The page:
proposed project.  R21 support will be used for exploratory/developmental 
projects for which few preliminary data are available and which address 
highly innovative research. Maximum direct costs may not exceed $100,000 per 
year.  The project period for R21 projects may not exceed two years.  The 
project should be designed to be continued through application for 
unsolicited R01 grants.  R21 grants will not be renewed.

This PA uses just-in-time concepts.  It also uses the modular and non-modular 
budgeting format. (see 
http://grants.nih.gov/grants/funding/modular/modular.htm).   Specifically, if 
you are submitting an application with direct costs in each year of $250,000 
or less, use the modular format.  Otherwise, use the standard PHS 398 
application instructions.

ELIGIBLE INSTITUTIONS 

You may submit an application if your institution has any of the following 
characteristics:

o For-profit or non-profit organizations 
o Public or private institutions, such as universities, colleges, hospitals, 
and laboratories 
o Units of State and local governments
o Eligible agencies of the Federal government  
o Domestic or foreign

INDIVIDUALS ELIGIBLE TO BECOME PRINCIPAL INVESTIGATORS

Any individual with the skills, knowledge, and resources necessary to carry 
out the proposed research is invited to work with their institution to 
develop an application for support.  Individuals from underrepresented racial 
and ethnic groups as well as individuals with disabilities are always 
encouraged to apply for NIH programs

WHERE TO SEND INQUIRIES

We encourage your inquiries concerning this PA and welcome the opportunity to 
answer questions from potential applicants.  Inquiries may fall into two 
areas:  scientific/research, and financial or grants management issues:

o Direct your questions about scientific/research issues to:

Frank Bellino, PhD
Biology of Aging Program 
National Institute on Aging 
Gateway Building, Suite 2C231
Bethesda, MD  20892-9205
Telephone:  (301) 496-6402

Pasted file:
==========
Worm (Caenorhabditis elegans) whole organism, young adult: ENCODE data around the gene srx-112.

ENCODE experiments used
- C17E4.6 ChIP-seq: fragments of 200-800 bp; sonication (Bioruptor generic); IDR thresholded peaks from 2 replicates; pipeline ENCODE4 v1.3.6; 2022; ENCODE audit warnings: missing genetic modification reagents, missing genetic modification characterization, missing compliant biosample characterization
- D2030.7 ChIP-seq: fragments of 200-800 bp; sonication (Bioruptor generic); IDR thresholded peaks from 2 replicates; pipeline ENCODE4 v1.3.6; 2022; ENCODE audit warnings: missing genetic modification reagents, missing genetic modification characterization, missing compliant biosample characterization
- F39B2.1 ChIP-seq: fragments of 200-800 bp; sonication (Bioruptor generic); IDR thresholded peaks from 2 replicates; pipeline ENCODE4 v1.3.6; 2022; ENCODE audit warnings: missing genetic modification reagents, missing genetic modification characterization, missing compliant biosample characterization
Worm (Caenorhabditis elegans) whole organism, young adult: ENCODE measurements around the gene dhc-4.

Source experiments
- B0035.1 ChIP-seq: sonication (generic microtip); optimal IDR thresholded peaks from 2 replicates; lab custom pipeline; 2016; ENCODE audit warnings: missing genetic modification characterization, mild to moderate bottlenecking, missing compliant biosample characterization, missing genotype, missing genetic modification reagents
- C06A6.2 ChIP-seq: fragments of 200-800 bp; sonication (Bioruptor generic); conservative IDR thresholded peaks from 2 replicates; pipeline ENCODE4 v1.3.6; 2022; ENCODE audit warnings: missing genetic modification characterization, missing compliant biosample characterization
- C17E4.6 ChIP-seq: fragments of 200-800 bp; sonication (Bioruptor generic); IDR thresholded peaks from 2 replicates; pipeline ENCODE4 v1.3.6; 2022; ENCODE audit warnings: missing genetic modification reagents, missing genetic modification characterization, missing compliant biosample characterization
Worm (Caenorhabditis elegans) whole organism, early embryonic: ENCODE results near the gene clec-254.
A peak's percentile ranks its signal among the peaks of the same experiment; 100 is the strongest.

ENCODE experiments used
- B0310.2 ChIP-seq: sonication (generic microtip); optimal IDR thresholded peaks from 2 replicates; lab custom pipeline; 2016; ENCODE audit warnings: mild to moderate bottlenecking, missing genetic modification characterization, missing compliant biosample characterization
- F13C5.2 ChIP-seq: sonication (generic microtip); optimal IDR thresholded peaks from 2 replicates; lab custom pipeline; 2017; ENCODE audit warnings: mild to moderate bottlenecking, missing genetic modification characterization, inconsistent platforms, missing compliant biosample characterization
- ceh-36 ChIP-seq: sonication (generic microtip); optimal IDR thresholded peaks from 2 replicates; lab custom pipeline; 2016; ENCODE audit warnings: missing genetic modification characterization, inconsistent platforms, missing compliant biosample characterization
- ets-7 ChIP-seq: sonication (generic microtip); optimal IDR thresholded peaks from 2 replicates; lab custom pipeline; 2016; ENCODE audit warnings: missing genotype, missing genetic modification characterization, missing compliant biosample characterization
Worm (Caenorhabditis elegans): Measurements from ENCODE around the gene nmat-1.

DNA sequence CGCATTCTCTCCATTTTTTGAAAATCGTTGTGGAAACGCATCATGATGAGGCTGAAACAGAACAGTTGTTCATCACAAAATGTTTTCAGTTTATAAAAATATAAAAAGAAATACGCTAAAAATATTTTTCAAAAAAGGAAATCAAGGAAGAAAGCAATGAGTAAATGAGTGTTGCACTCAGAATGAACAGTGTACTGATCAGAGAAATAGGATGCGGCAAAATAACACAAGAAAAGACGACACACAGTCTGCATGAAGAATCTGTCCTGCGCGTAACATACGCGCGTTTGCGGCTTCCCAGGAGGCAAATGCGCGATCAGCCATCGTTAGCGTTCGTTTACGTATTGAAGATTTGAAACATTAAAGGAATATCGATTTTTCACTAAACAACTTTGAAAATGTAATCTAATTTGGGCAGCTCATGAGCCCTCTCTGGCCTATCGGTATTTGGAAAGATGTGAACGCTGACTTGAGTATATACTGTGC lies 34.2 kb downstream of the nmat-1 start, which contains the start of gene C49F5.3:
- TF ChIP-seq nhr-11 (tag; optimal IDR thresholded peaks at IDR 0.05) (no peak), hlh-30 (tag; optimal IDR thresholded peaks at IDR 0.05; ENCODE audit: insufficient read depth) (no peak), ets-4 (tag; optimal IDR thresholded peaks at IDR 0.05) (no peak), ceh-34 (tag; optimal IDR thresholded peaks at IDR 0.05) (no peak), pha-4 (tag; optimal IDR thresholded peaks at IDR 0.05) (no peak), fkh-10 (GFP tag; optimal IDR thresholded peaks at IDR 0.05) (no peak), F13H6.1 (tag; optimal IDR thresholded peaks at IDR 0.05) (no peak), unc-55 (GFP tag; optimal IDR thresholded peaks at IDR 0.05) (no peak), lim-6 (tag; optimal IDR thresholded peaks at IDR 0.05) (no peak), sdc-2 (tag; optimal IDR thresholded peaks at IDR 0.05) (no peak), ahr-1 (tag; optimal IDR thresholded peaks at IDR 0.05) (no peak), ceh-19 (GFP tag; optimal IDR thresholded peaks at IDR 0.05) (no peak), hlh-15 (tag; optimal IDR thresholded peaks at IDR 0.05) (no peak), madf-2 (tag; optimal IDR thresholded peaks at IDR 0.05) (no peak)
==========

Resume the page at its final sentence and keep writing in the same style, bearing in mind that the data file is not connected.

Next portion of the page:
FAX:  (301) 402-0010
Email: bellinof@nia.nih.gov

Suresh Mohla, Ph.D.
Division of Cancer Biology
National Cancer Institute
6130 Executive Boulevard
Rockville, MD 20892
Telephone: (301) 435-1878
FAX: (301) 480-0864
Email: mohlas@mail.nih.gov

Christopher Mullins, Ph.D.
Director, Basic Cell Biology Program, DKUHD
National Institute of Diabetes and Digestive and Kidney Diseases
Two Democracy Plaza, Room 637
6707 Democracy Blvd.
Bethesda, MD 20892
Telephone: (301) 451-4902
FAX: (301) 480-3510
Email: mullinsc@extra.niddk.nih.gov

Michael E. McClure, Ph.D. 
Chief, Organs and Systems Toxicology Branch                         
Division of Extramural Research and Training                            
National Institute of Environmental Health Sciences  
111 T.W. Alexander Drive 
Courier: 79 T.W. Alexander Dr 
P.O. Box 12233, Mail Drop EC-23 
Bldg. 4401, Rm. 3417 
Research Triangle Park, North Carolina 27709 
RTP. NC 27709 
Telephone: (919) 541-5327   
FAX: (919) 541-5064 
Email: mm461n@nih.gov
 
o Direct your questions about financial or grants management matters to:

Jeff Ball
Grants and Contracts Management Office 
National Institute on Aging 
Gateway Building, Room 2N212
Bethesda, MD  20892-9205
Telephone:  (301) 496-1472
FAX:  (301) 402-3672
Email: ballj@nia.nih.gov

Bill Wells
Grants Administration Branch
National Cancer Institute
6120 Executive Blvd., EPS, Room 243 
Bethesda, MD  20892 
Telephone:  (301) 496-8796 
FAX:  (301) 496-8601
Email:  wellsw@gab.nci.nih.gov

Trude Hilliard
Grants Management Specialist
National Institute of Diabetes and Digestive and Kidney Diseases